Acquisition and development of the property in Mexico evidences control by Joe; e.g., he directed the construction and utilized funds from his companies.
Drawing these factual conclusions, the court found that in the “face of indicia of control” the court was “persuaded that a nexus existed between [Joe] and Rothwell’s assets,’ causing the burden to shift back to Rothwell to prove that Joe held no ownership over the property.[16] Finding “lack of formal ownership or rights to control Rothwell’s assets,” the court nonetheless found that: (1) because the assets were subject to Joe’s control; (2) Rothwell is nominee of Joe; (3) therefore, the levy was proper – IRS keeps the $20 million.[17] This does not however end the inquiry; as trial attorneys are wont to say, “no pancake so thin it does not have two sides.” Rothwell has lodged an appeal with the U.S. Court of Appeals for the Ninth Circuit.[18] Stay tuned for the ruling by a panel of three judges.

Meanwhile, although not discussed in the Rothwell order as such, readers should be mindful of the adage, oft applied to offshore arrangements: “form cannot be exalted over substance.” By this we by no means opine re the merits of this case; this article by design is confined to the four corners of the order, good or bad, disregarding the many arguments made orally and written, prior to and during trial. Indeed, the pancake will be flipped during the appeal process.


About the Authors:

Nathaniel K. (Nathan) MacPherson spent nearly four years as an international finance lawyer in Frankfurt and London representing global banks and finance ministries in cross-border securitization, factoring, and derivatives transactions before heading the California office of The MacPherson Group, P.C. Nathan represents, inter alia, German companies with U.S. subsidiaries, U.S. citizens and expatriates with civil and criminal tax problems, and foreign nationals with U.S. tax issues. Nathan is fluent in German and conversant in Brazilian Portuguese and has lived and worked in four countries on three continents.

Donald W. (Mac) MacPherson is a West Point graduate, Vietnam combat veteran, and former Green Beret officer. He is the only attorney in the United States board certified as a specialist in both tax law & criminal law and has tried over 55 criminal tax cases in 25 states over the past thirty-three years. Many of his clients were embroiled in offshore tax issues. Mac has authored three tax books, appeared regularly on radio & television talk shows, and teaches at tax seminars in the U.S. and overseas – litigation of offshore issues. Beginning in 1987 he developed expertise in the discharge of tax debts through bankruptcy. Mac is admitted to practice before scores of courts, including the U.S. Supreme Court and the U.S. Tax Court.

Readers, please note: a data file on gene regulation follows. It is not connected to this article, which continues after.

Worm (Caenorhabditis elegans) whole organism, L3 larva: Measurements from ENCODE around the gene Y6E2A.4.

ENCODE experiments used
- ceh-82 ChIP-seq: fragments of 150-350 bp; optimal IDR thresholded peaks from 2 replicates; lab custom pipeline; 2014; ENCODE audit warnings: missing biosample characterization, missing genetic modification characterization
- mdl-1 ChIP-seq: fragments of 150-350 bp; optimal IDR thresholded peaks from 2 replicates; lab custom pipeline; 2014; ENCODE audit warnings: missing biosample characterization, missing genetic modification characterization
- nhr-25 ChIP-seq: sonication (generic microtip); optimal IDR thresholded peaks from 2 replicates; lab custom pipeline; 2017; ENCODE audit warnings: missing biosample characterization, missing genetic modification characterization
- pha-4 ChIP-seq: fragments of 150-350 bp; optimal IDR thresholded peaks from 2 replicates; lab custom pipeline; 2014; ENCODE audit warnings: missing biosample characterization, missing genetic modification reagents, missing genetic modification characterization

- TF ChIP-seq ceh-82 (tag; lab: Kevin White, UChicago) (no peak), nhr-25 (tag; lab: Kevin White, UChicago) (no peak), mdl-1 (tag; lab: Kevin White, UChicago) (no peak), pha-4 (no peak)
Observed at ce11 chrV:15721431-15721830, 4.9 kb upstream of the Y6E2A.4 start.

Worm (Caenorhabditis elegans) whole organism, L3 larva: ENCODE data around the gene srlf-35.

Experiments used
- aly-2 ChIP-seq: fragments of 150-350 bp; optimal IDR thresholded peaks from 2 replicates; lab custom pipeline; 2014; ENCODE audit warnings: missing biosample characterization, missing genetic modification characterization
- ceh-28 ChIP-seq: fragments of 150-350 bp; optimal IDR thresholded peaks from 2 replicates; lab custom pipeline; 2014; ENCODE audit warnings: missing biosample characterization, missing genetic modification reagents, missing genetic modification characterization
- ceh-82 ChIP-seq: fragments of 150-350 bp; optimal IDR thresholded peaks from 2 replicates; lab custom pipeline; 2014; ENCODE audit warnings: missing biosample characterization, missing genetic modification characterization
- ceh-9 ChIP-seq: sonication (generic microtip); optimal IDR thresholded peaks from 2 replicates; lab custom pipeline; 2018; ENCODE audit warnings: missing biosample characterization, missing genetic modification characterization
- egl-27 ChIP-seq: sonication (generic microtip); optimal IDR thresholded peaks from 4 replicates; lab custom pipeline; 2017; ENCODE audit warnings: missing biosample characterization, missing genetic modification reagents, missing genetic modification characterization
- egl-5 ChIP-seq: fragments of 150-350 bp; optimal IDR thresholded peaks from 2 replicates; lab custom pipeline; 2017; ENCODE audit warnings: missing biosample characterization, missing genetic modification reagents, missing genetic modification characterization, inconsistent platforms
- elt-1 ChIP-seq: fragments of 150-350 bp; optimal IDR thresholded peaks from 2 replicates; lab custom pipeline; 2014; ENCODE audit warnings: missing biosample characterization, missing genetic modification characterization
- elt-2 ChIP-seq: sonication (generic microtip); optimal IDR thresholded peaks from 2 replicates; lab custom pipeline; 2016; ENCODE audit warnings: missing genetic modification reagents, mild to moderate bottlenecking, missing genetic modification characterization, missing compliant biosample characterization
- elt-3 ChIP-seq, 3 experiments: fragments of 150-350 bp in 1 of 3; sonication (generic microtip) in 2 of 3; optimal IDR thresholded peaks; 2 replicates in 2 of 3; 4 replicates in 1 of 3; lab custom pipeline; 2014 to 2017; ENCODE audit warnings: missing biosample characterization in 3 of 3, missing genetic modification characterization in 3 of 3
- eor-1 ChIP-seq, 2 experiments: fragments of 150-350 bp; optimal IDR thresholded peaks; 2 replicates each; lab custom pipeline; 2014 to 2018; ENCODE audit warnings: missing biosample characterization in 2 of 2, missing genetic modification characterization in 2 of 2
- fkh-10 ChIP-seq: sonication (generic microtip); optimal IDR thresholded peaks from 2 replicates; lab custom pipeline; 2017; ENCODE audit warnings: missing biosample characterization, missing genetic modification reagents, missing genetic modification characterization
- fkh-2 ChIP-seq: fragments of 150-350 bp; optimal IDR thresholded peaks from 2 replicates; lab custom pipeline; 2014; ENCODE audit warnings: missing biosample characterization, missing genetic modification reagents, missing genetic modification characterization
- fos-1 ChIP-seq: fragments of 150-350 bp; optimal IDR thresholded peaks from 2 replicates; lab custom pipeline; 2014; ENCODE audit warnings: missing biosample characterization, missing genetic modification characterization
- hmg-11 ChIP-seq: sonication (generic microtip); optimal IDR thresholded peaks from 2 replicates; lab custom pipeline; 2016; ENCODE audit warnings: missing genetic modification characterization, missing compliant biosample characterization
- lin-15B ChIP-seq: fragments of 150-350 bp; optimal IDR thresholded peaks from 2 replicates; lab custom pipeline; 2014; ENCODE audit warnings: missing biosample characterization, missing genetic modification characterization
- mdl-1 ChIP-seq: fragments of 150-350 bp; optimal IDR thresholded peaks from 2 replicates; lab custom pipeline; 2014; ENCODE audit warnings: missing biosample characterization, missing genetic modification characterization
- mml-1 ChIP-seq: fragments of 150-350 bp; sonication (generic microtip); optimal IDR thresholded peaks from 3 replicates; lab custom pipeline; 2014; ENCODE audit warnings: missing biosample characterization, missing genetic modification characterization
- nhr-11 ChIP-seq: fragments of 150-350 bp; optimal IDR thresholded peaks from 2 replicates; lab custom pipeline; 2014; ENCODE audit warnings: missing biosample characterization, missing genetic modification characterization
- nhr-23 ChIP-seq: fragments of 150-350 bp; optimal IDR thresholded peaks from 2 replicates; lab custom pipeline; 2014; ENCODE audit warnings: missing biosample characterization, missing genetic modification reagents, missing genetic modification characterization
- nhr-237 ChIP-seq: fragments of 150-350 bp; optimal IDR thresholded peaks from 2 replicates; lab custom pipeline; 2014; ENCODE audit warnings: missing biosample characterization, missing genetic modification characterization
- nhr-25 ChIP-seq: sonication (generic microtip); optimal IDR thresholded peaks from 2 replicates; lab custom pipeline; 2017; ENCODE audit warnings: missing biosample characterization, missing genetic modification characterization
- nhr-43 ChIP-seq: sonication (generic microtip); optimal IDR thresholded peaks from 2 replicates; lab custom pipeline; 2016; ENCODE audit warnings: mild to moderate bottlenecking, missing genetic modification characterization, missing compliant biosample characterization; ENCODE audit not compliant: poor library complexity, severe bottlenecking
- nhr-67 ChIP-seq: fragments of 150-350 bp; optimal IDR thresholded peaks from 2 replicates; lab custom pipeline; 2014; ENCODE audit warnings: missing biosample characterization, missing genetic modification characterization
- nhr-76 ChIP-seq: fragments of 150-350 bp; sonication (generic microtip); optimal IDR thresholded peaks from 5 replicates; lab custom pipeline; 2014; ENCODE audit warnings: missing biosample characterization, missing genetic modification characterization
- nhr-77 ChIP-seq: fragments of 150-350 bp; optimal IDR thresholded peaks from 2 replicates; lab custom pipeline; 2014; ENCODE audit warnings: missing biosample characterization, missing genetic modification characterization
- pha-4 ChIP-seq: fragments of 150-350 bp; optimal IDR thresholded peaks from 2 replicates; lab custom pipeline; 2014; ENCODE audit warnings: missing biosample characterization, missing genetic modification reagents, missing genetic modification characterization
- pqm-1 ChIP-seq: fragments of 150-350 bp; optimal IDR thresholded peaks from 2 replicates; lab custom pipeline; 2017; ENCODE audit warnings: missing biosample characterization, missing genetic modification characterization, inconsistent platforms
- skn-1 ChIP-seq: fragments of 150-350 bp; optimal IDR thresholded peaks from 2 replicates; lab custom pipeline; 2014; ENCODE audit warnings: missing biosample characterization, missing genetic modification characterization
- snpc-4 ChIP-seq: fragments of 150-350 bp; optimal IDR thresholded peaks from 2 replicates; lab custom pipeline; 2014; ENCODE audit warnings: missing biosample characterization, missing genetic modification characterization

[1] Rothwell, Ltd. v. United States of America, Case No. SA CV 10-00479-RGK(FFMx), United States District Court, Central District of California. Order dated June 30, 2011.


[2] Id., pg. 13, para. 23.


[3] Id., pg. 4, para. 17.


[4] Hadid was the developer of the Nimes Road estate “Le Belvedere” in Bel Air, California, “America’s most expensive mansion.” On June 4, 2010, it sold “for as much as $72 million.”


[5] Order, pg. 11, para. 20.


[6] Id., pg. 7, para. 37.


[7] 26 U.S.C. § 6861(a); used when IRS has evidence that collection is in jeopardy, e.g., taxpayer is dockside loading his yacht for the Caribbean or on the tarmac loading his jet aircraft.


[8] Order, pg. 6, para. 35.


[9] Right to a jury trial was waived.


[10] Order, pgs. 8-9, para. 8-10.


[11] Id., pg. 9, para. 11.


[12] Id., pg. 9, para. 12.


[13] Id., pg. 9, para. 14.


[14] Id., pg. 10, para. 16.


[15] Id., pg. 10, para. 17.


[16] Id., pg. 12, para. 21.


[17] Id., pg. 12, para. 23.


[18] As basis for appeal, Rothwell’s counsel gives the reason of, inter alia, the judge’s failure to apply Turks & Caicos trust law as required by international treaty.